Scouting Report: Disciplined defense can stop Tim Tebow, Denver option
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The Minnesota Vikings dropped to 2-9 for the first time since their inaugural season, and from this point on, it's a case of how high a draft pick they can manage. This week, the Vikings get caught up in Tebow-mania. Sam Monson of ProFootballFocus.com, which breaks down tape of every NFL game, takes an inside look at the Denver Broncos:
Denver brings something genuinely different to the table with the offense now being designed around QB Tim Tebow (6-foot-3, 245 pounds). The Broncos coaches have essentially binned their playbook and started again, bringing out every known wrinkle of the option that was always thought non-viable at the NFL level.
They will break out standard read-option plays, triple-option plays, inverted wishbone formations, double-options and some wide receiver rushes for good measure. Their offense is designed to play to the strengths Tebow has and his familiarity with the spread-option concepts from his time in college. The entire offense is drawn up to exploit sloppy and ill-disciplined play from defenses and to isolate defenders, forcing them to make a decision about who they attack. So far it has worked, but it can be defeated by staying disciplined and playing assignment football.
Getting far less press than their offensive ingenuity is the defensive scheme that Denver is running. They are running an over shifted 4-3 alignment with their front seven and OLB Von Miller (6-3, 246) usually playing up on the line of scrimmage like a 5th lineman. This allows them to stack against the run, rush the passer from either strong or weak side of the formation and still be able to cover on the back end such is the athleticism of Miller. They also bring a strong safety down into the box frequently and at times their defense looks as much like the old 46 defense as you'll see in the NFL today (including from Buddy Ryan's two sons).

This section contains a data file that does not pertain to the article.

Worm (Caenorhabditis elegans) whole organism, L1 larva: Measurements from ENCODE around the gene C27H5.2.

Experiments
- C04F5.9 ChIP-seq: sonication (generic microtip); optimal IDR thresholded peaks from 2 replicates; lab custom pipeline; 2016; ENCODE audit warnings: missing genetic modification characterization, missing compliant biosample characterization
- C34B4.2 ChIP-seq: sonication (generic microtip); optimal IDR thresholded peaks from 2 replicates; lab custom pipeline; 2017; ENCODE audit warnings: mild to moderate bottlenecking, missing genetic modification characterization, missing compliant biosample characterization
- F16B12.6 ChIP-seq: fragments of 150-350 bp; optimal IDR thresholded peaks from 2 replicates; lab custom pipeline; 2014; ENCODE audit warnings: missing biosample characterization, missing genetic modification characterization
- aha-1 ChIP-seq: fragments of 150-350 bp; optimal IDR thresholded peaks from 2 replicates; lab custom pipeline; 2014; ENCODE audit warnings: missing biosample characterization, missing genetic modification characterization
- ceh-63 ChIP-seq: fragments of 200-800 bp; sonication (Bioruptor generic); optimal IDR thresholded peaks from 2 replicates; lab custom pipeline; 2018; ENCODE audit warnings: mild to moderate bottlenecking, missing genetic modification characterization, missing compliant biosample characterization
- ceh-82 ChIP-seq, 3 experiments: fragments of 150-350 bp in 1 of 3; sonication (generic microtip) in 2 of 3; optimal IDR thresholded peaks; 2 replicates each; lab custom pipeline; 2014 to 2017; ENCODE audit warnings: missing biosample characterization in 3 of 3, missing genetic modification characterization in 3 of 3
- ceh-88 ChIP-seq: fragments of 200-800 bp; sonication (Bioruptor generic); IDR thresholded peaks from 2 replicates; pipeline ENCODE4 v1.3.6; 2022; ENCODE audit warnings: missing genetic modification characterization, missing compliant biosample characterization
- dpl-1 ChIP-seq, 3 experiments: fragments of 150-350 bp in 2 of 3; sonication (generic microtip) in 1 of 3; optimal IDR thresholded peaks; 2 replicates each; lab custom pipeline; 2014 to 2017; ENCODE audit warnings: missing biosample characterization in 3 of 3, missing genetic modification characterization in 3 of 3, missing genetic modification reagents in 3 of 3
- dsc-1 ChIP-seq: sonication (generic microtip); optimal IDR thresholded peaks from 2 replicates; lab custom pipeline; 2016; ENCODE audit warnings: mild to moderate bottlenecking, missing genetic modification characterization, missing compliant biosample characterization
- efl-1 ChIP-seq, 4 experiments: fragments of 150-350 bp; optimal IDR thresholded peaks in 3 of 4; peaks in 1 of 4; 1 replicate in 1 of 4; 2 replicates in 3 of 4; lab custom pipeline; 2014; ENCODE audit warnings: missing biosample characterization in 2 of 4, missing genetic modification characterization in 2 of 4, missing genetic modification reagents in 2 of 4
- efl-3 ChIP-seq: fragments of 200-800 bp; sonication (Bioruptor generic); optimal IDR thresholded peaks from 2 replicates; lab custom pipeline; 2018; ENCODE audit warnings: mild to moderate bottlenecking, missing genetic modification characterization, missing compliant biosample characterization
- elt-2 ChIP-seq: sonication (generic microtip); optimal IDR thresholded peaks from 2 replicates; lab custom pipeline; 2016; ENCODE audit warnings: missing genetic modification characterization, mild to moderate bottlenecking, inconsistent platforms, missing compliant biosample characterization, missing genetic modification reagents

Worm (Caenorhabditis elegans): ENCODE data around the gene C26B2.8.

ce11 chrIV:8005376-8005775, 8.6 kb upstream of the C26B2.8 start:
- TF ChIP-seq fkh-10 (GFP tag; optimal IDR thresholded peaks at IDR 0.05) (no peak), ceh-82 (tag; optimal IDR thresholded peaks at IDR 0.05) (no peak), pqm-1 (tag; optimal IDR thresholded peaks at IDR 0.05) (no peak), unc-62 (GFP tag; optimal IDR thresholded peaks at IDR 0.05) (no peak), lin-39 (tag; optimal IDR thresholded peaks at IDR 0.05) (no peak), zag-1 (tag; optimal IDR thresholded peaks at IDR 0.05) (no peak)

Miller isn't just having a rookie of the year kind of season -- he's having a defensive player of the year kind of season. Miller has proved to be too much for any offensive line to handle as a pass-rusher, but he can also set the edge, penetrate against the run and even cover with ease. He might be the best 4-3 outside linebacker in football this season and he has been the leader of the Broncos' defensive resurgence. The Vikings will need to account for where Miller lines up and likely deliberately scheme to keep the ball away from him and the protection in his direction. Though he plays as a regular outside linebacker on early downs (albeit usually closer to the line of scrimmage in their shifted front), he will drop down to play defensive end in pass-rushing downs or rush from a two-point stance as part of a four-man rush.
He may be something of an enigma, but Tebow can't just be dismissed as a gimmick player and a product of hype. He is weak passing the football, which is usually the primary job of a quarterback, but in Denver's current offense he's also a legitimate threat to run the ball, where he is definitely dangerous. The various play fakes and endless run sequences also buy the Broncos several open deep shots in a game which have to be guarded against. Tebow will likely waste more than one of those opportunities, but if the Vikings are lulled to sleep in the secondary by the run game the Broncos will get opportunities to strike in behind them and score points.